From Wikipedia: The ozone depletion potential (ODP) of a chemical compound is the relative amount of degradation to the ozone layer it can cause, with trichlorofluoromethane (R-11 or CFC-11) being ...
• 379
75 views

Confusing definitions of EMF

I was studying about EMF (electromotive force) recently but had trouble connecting the two definitions of the topic. Here are the two definitions of EMF listed in my book (The book I've referred is: ...
• 442
36 views

In layman’s language what is the difference between stopping potential and work function?

In layman’s language what is the difference between stopping potential and work function? It feels like both the things mean the same thing, if I am wrong please explain the things to me.
128 views

What is charge on a fundamental level and what is it caused by?

On bigger bodies, I've learnt so far that charge is caused by a lack or excess of electrons or protons but when you look at an electron or proton, how are they charged? what is the cause of their ...
95 views

Definition of entropy and microstates (Huang)

The definition of Boltzmann entropy given in Ref. 1 appears to be different from most sources I've seen up to this moment. Let me start from the latter: typically textbooks assume that in a given ...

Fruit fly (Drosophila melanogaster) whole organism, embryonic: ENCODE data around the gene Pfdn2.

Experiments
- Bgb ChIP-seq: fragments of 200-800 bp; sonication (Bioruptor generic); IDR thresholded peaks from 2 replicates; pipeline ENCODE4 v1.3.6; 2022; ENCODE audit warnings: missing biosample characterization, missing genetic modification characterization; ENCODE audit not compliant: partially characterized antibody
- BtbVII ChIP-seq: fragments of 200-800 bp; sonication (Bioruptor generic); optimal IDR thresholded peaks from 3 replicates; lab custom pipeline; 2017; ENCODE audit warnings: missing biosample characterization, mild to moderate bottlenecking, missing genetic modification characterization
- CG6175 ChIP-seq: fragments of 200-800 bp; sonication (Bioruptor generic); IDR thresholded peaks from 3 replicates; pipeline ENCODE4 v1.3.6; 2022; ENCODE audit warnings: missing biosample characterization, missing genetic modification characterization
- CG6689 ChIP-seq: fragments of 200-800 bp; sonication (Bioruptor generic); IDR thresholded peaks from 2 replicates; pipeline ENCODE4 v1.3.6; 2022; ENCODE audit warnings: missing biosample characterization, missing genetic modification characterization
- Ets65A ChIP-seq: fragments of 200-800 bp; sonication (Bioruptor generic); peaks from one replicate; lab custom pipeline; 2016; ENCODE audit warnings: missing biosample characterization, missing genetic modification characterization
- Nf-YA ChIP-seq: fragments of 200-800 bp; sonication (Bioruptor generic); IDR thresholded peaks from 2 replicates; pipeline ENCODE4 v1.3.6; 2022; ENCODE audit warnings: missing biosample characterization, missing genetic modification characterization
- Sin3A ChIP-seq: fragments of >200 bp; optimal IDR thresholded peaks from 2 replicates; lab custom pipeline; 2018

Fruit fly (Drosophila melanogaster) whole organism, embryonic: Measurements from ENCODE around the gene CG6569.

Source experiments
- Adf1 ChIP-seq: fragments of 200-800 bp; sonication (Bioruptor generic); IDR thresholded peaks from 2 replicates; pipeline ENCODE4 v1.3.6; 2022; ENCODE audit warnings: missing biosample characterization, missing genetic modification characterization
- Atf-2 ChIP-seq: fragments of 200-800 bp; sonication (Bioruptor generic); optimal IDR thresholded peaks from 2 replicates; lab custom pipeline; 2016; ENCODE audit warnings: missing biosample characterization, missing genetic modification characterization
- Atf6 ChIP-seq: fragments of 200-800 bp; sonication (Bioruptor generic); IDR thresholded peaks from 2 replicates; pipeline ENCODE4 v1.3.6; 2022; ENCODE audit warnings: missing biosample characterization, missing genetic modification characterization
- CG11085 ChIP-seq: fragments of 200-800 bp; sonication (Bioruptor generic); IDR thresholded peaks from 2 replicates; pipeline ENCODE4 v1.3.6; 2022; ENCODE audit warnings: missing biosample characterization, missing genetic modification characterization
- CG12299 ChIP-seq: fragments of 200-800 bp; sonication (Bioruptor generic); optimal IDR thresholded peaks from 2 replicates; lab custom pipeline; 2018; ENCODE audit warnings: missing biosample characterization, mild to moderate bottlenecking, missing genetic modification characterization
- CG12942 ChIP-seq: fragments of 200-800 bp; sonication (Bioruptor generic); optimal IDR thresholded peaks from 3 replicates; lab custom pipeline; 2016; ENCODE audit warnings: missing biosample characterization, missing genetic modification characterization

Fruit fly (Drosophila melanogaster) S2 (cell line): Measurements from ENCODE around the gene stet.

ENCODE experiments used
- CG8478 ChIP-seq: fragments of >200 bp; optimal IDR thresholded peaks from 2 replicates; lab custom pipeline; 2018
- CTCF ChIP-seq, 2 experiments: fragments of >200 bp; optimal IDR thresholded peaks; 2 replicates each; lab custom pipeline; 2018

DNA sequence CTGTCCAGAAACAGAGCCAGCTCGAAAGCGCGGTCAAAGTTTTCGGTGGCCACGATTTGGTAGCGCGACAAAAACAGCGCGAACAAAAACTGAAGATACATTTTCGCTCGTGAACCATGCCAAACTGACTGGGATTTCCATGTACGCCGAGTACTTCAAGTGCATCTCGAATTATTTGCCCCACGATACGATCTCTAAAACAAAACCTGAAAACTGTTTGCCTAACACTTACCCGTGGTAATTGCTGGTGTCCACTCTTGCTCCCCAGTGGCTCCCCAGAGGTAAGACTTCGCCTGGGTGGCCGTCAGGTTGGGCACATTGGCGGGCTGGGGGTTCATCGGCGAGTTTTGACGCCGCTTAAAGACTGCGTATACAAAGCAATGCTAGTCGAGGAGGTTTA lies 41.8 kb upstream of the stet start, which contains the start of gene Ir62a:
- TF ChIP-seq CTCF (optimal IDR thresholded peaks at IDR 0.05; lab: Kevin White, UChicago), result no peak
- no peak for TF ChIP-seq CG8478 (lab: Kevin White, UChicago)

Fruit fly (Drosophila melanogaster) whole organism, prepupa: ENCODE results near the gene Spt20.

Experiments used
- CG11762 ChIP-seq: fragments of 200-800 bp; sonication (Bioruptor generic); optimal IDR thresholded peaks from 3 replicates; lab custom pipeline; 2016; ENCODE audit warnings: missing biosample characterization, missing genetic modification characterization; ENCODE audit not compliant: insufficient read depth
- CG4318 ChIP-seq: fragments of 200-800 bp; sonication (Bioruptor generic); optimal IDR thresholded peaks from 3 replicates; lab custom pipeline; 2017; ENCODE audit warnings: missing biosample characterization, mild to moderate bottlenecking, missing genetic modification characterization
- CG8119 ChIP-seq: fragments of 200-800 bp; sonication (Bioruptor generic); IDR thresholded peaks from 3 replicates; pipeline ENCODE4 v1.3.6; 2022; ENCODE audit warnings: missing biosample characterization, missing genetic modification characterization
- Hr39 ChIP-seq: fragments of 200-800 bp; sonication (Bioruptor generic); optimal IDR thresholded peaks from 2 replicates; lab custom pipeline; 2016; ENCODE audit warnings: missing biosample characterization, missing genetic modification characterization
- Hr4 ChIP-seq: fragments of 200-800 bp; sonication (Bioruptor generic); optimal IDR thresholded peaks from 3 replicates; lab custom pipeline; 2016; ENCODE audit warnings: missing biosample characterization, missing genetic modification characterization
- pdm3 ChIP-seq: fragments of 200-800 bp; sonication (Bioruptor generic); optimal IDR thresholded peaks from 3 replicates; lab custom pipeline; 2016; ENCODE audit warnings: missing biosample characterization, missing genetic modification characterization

• 1,989
89 views

Confusion on the definition of dielectric permittivity

I don't understand how we're defining the dielectric permittivity, sometimes it's defined as the ability of the material to resist the electric field and sometimes as the ability to permit the ...
32 views

Meaning of of inertial frames in special relativity [duplicate]

One of the postulates of special relativity is The laws of physics are the same in all inertial frames There is a mention of inertial frames in the postulate. But the predictions of relativity are ...
36 views

How can I call a transformation where only the $z$-axis is modified by a function in each point?

What is called a transformation that maps $z \rightarrow |f(z)|\, z$, while the other axis stays the same? Is it a conformal transformation?
• 772
1 vote
39 views

Intensity of light - questions about the particle standard definition and concerning the units [duplicate]

In the $5.111$ MIT class, lecture $3$, it is written on the last slide "intensity of light = photons per second". Intensity is previously defined in the lecture as the square of the ...